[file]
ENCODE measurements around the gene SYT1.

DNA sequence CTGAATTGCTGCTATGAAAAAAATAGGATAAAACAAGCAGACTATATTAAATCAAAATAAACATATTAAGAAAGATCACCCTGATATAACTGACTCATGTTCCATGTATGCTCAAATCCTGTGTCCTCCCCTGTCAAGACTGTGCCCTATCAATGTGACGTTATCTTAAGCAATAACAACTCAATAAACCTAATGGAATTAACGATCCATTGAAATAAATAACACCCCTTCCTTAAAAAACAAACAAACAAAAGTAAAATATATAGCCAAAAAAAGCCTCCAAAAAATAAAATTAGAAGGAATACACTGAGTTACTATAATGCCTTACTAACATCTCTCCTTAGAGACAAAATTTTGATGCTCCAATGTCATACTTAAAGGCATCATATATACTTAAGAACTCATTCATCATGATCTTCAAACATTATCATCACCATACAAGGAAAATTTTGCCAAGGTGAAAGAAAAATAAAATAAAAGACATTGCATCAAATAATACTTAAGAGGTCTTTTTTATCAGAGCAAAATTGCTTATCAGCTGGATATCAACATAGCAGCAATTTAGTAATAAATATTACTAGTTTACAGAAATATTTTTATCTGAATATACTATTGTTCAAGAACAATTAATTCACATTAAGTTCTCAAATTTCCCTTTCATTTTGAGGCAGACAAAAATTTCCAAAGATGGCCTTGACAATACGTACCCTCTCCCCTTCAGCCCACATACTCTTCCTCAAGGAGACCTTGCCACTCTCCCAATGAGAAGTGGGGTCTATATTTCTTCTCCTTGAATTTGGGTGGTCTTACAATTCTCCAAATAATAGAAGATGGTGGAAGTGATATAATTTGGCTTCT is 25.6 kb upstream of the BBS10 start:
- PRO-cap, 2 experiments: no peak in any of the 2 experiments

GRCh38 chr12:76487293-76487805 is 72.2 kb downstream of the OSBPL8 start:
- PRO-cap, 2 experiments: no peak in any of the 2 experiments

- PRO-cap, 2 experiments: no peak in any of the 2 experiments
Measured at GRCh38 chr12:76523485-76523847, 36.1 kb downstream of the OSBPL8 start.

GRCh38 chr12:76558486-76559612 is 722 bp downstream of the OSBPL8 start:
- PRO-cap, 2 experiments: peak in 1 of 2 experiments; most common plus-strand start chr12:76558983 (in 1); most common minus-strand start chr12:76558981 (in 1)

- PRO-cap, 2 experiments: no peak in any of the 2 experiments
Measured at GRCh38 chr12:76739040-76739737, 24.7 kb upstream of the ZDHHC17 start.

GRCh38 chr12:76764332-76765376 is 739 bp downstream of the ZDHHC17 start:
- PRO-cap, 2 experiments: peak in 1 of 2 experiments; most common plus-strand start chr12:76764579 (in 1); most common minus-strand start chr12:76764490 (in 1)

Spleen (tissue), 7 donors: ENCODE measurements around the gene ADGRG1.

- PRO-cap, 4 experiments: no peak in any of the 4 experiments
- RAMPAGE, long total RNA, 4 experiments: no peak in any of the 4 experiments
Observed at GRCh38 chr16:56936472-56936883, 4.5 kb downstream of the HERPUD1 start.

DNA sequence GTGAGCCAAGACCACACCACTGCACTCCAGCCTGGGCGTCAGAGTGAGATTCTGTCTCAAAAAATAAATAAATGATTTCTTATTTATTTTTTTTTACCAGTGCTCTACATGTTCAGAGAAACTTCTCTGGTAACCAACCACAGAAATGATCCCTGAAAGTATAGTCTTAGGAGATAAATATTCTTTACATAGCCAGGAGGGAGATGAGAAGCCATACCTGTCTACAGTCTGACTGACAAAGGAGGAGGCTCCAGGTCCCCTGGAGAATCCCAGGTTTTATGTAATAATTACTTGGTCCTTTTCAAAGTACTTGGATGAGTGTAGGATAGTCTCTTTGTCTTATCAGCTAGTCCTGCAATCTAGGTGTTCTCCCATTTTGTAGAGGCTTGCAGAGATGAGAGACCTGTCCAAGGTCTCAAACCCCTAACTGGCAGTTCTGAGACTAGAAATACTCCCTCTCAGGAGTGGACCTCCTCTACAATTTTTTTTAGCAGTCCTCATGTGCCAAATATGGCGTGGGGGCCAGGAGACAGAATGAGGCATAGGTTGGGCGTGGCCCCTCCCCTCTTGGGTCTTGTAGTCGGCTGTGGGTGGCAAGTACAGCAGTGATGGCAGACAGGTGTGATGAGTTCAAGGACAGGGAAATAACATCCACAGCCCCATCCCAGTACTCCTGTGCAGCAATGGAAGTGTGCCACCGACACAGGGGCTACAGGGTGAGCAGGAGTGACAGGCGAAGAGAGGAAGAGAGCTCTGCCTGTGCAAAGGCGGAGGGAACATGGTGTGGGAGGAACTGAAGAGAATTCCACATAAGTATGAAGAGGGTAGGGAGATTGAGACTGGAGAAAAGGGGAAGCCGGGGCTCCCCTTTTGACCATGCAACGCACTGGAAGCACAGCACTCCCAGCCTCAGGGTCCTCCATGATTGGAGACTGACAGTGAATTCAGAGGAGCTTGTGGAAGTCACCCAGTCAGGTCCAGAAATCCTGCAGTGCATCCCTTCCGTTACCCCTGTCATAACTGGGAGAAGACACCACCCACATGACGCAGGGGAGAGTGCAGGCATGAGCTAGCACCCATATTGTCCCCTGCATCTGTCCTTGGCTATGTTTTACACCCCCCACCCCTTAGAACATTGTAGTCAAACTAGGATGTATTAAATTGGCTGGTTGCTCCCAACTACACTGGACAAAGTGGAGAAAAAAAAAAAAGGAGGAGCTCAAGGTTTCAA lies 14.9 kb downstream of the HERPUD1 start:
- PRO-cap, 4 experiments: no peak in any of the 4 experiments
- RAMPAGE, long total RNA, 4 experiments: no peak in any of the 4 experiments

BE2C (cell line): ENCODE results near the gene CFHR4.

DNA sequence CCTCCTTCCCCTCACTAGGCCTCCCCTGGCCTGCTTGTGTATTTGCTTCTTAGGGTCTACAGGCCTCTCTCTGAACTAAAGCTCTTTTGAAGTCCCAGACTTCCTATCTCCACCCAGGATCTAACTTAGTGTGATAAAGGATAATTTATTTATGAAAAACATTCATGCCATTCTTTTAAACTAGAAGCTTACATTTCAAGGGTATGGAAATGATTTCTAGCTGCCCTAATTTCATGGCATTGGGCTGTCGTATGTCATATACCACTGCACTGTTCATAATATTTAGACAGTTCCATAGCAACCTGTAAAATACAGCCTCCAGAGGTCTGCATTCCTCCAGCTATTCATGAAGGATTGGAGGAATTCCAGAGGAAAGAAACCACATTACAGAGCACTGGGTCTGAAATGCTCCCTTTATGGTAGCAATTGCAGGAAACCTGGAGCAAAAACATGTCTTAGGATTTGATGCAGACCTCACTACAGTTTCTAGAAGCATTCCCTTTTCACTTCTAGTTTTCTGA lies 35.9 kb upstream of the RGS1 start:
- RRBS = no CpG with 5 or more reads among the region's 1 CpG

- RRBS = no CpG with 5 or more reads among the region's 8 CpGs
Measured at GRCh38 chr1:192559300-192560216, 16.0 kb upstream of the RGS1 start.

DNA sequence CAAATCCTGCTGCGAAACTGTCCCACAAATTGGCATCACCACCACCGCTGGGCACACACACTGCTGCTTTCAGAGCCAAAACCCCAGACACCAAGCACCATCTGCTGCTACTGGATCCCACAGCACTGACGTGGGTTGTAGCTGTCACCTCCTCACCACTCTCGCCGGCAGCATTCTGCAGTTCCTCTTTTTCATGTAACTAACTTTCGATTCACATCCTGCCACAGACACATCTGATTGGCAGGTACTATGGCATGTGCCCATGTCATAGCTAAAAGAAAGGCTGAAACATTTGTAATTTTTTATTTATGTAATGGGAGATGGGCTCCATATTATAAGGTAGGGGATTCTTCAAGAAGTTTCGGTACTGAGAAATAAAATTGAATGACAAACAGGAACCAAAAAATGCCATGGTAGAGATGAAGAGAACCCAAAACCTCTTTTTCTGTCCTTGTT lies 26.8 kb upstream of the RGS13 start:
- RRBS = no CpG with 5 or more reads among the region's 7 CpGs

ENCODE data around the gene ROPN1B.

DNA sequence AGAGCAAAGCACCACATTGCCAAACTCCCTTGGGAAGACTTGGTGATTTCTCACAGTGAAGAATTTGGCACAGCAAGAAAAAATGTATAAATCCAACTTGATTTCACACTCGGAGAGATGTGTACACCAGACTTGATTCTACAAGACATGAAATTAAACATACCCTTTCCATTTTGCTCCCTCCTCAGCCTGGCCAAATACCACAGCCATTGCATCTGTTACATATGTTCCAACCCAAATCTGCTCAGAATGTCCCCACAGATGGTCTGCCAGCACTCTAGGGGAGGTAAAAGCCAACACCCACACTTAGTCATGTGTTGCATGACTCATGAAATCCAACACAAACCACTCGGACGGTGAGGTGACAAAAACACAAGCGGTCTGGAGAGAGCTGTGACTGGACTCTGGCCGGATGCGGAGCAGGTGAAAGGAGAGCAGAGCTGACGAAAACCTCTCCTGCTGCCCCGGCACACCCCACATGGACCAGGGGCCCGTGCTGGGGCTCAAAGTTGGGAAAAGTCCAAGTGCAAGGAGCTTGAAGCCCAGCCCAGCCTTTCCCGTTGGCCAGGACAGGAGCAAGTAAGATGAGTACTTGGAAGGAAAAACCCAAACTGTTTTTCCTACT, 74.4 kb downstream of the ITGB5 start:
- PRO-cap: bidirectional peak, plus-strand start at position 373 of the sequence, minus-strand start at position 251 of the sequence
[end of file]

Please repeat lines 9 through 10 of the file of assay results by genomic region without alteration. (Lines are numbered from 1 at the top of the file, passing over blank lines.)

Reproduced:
- PRO-cap, 2 experiments: peak in 1 of 2 experiments; most common plus-strand start chr12:76558983 (in 1); most common minus-strand start chr12:76558981 (in 1)

- PRO-cap, 2 experiments: no peak in any of the 2 experiments